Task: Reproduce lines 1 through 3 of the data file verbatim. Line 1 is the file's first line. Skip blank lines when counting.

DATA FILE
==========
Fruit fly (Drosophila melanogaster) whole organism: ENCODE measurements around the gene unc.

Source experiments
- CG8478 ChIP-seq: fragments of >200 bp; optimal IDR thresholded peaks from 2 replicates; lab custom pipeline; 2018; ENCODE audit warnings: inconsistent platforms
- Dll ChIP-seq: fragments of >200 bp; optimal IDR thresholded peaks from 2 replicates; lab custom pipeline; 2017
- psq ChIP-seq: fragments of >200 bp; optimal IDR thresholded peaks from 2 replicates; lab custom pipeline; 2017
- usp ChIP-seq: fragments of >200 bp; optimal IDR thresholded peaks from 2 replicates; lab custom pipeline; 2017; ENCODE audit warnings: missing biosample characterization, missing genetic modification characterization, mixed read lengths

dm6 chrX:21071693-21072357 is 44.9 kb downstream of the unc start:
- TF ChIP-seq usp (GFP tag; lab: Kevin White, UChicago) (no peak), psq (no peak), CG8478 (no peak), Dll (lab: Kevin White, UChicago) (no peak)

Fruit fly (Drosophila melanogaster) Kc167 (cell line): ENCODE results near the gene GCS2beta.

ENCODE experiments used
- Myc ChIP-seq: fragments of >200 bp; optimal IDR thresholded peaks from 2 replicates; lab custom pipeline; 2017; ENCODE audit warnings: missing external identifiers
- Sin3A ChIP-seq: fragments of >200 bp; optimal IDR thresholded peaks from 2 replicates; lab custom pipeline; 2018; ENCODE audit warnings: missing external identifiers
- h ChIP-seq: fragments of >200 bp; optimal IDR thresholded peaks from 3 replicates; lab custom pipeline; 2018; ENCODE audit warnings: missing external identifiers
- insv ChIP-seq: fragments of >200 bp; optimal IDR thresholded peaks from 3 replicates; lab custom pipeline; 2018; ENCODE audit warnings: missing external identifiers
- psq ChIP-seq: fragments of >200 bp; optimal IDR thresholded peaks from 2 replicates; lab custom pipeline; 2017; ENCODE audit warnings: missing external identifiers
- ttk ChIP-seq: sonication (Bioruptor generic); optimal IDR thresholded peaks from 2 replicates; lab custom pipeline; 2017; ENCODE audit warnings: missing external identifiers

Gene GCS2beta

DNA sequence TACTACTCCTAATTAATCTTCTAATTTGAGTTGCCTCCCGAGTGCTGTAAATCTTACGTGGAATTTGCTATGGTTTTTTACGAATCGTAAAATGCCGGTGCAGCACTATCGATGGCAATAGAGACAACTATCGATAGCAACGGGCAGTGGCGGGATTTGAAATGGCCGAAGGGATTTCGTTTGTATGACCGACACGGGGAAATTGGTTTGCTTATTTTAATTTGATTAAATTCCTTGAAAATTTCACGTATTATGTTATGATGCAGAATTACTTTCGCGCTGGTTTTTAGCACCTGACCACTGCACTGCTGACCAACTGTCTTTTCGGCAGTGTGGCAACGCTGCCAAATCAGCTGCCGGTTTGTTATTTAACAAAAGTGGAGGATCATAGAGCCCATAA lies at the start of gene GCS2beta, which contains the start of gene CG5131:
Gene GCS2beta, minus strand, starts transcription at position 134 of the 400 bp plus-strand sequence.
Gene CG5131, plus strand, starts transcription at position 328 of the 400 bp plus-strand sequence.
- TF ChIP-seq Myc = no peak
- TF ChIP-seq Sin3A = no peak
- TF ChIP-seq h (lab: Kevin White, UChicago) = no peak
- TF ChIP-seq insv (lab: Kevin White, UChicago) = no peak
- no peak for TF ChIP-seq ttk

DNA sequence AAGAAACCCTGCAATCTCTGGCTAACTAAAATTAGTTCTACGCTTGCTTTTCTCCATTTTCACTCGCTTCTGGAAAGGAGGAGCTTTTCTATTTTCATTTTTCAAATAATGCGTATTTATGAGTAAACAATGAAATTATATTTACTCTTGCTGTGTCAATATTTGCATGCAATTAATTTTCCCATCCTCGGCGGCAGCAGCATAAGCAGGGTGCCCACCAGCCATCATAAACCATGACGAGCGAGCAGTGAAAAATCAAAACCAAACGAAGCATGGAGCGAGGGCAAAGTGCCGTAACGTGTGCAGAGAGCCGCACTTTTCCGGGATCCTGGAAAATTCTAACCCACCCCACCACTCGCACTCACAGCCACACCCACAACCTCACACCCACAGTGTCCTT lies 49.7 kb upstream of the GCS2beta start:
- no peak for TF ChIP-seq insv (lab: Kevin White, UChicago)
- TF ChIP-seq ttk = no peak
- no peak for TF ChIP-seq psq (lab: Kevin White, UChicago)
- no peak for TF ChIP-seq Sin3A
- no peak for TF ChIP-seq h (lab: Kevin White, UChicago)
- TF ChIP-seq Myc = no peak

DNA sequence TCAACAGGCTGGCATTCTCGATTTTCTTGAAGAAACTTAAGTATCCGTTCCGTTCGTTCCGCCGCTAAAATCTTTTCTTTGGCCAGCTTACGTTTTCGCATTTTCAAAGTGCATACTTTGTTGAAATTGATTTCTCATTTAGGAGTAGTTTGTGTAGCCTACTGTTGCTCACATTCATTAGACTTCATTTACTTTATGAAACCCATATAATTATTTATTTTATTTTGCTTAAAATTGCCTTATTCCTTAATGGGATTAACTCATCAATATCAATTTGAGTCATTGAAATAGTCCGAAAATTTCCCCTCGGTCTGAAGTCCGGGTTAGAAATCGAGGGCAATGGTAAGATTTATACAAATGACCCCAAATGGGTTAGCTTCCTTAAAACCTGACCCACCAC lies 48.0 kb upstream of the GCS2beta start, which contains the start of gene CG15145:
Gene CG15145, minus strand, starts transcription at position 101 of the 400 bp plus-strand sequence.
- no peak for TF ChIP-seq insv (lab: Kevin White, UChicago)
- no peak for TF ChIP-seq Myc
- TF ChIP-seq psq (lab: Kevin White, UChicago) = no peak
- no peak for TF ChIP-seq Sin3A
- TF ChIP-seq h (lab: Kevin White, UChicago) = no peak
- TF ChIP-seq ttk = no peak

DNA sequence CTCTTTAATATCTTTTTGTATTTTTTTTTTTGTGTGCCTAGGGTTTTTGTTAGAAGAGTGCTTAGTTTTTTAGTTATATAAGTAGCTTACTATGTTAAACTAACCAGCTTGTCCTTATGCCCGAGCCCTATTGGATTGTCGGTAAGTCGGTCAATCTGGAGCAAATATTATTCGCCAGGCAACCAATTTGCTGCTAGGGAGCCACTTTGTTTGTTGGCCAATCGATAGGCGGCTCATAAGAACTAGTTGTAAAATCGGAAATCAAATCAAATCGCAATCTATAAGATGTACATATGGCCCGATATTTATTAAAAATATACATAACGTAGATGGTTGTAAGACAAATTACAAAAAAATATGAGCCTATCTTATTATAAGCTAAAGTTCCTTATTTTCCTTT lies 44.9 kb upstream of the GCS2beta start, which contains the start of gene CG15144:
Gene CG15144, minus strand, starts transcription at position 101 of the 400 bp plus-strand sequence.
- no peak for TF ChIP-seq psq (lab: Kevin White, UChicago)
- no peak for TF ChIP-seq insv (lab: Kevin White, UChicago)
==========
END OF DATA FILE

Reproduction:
Fruit fly (Drosophila melanogaster) whole organism: ENCODE measurements around the gene unc.

Source experiments
- CG8478 ChIP-seq: fragments of >200 bp; optimal IDR thresholded peaks from 2 replicates; lab custom pipeline; 2018; ENCODE audit warnings: inconsistent platforms